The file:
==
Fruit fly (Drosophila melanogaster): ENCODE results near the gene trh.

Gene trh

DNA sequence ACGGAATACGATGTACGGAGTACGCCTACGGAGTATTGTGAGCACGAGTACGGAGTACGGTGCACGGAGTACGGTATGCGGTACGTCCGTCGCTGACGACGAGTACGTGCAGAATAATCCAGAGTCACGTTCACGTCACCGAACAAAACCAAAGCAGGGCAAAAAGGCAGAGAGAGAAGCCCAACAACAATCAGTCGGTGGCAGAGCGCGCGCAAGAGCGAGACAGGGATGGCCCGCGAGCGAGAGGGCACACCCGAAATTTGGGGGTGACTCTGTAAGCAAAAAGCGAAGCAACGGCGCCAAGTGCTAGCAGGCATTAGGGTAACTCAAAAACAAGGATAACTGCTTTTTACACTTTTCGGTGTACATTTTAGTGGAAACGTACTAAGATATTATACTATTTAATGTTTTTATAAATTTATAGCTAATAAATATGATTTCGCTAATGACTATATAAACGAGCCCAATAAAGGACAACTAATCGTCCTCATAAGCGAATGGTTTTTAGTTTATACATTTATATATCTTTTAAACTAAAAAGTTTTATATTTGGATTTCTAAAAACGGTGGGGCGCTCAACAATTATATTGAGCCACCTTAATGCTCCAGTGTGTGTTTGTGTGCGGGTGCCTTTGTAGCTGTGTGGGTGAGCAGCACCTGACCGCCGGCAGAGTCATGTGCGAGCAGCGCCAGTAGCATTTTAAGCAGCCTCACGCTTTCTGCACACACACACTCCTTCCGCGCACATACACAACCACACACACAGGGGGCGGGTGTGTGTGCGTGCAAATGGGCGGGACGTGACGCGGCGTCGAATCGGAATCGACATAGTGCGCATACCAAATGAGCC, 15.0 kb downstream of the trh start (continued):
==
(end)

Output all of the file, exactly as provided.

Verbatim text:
Fruit fly (Drosophila melanogaster): ENCODE results near the gene trh.

Gene trh

DNA sequence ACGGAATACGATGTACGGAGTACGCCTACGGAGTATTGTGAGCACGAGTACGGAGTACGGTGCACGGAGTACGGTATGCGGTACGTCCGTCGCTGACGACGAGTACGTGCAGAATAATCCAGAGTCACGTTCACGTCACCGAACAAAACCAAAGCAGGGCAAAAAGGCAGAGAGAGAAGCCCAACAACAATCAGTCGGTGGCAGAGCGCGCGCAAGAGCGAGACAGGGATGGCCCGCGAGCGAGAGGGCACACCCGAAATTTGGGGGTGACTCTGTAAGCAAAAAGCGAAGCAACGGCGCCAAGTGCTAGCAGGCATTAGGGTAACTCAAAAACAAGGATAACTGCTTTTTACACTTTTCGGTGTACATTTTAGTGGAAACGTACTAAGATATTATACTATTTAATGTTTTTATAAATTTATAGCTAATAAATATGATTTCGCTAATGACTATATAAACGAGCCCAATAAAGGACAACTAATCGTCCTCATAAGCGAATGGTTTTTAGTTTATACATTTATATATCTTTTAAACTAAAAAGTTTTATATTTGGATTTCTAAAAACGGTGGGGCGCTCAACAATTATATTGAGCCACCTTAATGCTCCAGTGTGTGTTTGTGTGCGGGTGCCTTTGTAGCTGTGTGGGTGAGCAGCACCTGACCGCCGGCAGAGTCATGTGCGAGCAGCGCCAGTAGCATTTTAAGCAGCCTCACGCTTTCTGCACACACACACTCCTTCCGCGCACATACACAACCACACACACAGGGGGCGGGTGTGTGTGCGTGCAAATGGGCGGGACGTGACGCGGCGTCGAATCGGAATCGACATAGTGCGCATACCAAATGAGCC, 15.0 kb downstream of the trh start (continued):